Iryna Levchenko played the bandura in Ukraine’s National Academic Orchestra of Folk Instruments for 20 years, but she and her daughter fled their country in 2022 after Russia invaded, and she hadn’t even hoped she might play again. 

Thanks to a local charity group, however, she is back to practicing and has announced her first concert will be at 6 p.m. on Saturday, May 18 at the Zion United Church on Main Street. 

Admission is by donation and will be rush seating.  

A group on Facebook called ‘Ukraine help and exchange in Moose Jaw’ helped Levchenko and her family settle into life on the Prairies, as they’ve helped scores of other families. 

Iryna, her daughter Zlata, and her sister and nephew now call Moose Jaw home. She is putting on the concert as a thank-you to the friends and community who have welcomed and supported her family. 

“Thank you to everyone who did this for me,” Levchenko said. “Please come to my concert on May 18th, I will be glad to see you.” 

The idea of reuniting Levchenko with a bandura seemed impossible at first. Traditional, orchestral banduras are made almost exclusively in Lviv, Ukraine.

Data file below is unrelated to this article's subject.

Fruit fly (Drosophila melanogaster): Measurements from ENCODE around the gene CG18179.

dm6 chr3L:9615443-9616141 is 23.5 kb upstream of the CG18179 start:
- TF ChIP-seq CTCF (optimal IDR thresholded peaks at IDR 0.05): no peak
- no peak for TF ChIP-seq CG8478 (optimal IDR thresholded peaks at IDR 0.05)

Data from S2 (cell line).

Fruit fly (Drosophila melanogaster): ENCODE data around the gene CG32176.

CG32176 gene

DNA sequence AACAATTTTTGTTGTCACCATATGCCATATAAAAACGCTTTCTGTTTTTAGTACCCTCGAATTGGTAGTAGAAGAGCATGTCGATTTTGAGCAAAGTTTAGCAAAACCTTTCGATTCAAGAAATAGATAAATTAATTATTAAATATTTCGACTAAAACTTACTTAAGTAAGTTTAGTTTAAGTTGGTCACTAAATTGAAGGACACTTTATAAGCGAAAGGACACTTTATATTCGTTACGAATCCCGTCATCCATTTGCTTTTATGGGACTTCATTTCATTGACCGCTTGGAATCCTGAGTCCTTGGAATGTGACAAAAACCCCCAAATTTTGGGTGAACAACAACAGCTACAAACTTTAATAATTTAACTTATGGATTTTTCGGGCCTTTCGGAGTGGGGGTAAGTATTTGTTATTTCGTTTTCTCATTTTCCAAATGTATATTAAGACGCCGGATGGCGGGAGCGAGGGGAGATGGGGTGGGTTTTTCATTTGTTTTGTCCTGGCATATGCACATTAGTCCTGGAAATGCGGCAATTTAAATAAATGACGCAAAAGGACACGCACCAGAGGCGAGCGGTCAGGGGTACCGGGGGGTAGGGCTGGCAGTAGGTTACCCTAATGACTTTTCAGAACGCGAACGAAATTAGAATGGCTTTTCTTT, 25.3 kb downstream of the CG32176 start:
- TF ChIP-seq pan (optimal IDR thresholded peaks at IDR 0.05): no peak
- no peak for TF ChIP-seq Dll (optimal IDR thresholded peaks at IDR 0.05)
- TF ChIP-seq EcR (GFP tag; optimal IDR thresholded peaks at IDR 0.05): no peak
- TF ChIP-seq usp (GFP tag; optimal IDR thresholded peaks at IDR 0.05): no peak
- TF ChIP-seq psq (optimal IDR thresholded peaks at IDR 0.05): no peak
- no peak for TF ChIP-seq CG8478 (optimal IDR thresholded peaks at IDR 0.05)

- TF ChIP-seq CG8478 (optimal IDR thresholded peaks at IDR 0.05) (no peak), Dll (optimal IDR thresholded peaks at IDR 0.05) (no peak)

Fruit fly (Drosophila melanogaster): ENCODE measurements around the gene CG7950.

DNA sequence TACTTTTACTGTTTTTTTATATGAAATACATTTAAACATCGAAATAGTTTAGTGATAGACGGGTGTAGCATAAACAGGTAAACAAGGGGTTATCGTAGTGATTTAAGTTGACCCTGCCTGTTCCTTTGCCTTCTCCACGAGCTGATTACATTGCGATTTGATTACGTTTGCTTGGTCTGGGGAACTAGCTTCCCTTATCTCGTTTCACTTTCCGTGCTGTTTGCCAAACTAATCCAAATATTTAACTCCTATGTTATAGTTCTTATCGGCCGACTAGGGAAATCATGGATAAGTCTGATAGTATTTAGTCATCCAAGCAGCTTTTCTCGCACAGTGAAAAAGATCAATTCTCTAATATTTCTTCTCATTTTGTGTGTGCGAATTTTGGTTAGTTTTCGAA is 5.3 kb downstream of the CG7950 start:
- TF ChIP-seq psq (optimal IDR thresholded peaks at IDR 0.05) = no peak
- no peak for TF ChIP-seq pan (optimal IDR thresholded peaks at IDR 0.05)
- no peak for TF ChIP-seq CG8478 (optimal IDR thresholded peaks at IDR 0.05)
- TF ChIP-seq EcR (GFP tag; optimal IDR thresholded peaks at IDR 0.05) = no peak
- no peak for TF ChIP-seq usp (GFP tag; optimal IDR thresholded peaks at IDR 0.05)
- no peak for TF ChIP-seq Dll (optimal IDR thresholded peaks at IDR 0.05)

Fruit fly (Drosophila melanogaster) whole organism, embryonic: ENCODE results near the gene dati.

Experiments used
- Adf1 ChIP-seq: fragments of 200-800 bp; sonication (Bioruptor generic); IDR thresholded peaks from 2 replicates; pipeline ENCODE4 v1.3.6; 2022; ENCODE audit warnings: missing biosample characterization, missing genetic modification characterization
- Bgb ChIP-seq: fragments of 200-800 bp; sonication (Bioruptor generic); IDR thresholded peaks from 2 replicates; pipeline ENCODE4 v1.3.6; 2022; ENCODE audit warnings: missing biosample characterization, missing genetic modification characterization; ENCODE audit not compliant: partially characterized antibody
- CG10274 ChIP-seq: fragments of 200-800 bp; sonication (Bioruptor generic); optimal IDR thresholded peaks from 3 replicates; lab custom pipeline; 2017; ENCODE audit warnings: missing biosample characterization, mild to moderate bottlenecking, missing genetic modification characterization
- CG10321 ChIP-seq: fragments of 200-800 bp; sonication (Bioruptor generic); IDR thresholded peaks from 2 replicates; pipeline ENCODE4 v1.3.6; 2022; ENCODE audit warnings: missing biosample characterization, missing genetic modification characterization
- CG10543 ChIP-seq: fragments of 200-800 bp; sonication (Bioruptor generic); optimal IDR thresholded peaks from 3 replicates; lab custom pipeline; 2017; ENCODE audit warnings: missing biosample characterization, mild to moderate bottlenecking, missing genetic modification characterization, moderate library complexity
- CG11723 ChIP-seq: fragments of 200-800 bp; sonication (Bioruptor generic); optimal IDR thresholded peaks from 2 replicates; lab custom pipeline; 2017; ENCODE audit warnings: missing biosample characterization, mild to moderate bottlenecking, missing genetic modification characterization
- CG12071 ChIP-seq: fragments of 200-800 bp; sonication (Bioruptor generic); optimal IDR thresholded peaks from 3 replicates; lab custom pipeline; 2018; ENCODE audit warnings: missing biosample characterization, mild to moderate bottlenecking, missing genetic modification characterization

Nevertheless, ‘Ukraine help and exchange in Moose Jaw’ has developed a wide-ranging network, and group organizers like Christy Schweiger decided to see what could happen. 

“We found out that in Saskatoon, they have a whole group of people learning how to play the bandura, and there’s a bigger community of bandura players there, but (all the banduras) seemed to be taken,” Schweiger explained. 

“Another community member named Anatoly, who teaches English for Iryna, he did a lot more research and found out there was a bandura being restored in Edmonton ... It took, I think, about three months to get it totally restored and they made a connection in Saskatoon, and she played it to make sure it was the instrument she wanted.” 

Overcoming that first step to find a Lviv-made bandura was amazing. However, the complex, many-stringed treasure came with a price tag of $3,500. 

That hurdle, too, was overcome with support by community members. A private donor stepped forward to give Iryna an opportunity to play again and give back to the community. The bandura is uncommon to most who live in Canada, but its sound is deep-seated in Ukrainian culture.  

The concert will bring familiarity and joy to many displaced Ukrainian people living in Moose Jaw and other parts of Canada. There are also many, many Moose Javians with Ukrainian roots who will be glad to hear the bandura. 

“I’m definitely looking forward to the concert,” Schweiger added. “It’ll be quite emotional. Iryna had a practice performance at a newcomer meet and greet, and there were some people only recently come to Moose Jaw. 

“And she played the Ukrainian national anthem on the bandura, and one of the ladies got really teary-eyed. ... It’s definitely a cultural thing, how symbolic and important an instrument it is to people from Ukraine.” 

Concert poster for bandura performance by Iryna Levchenko at Zion United Church on May 18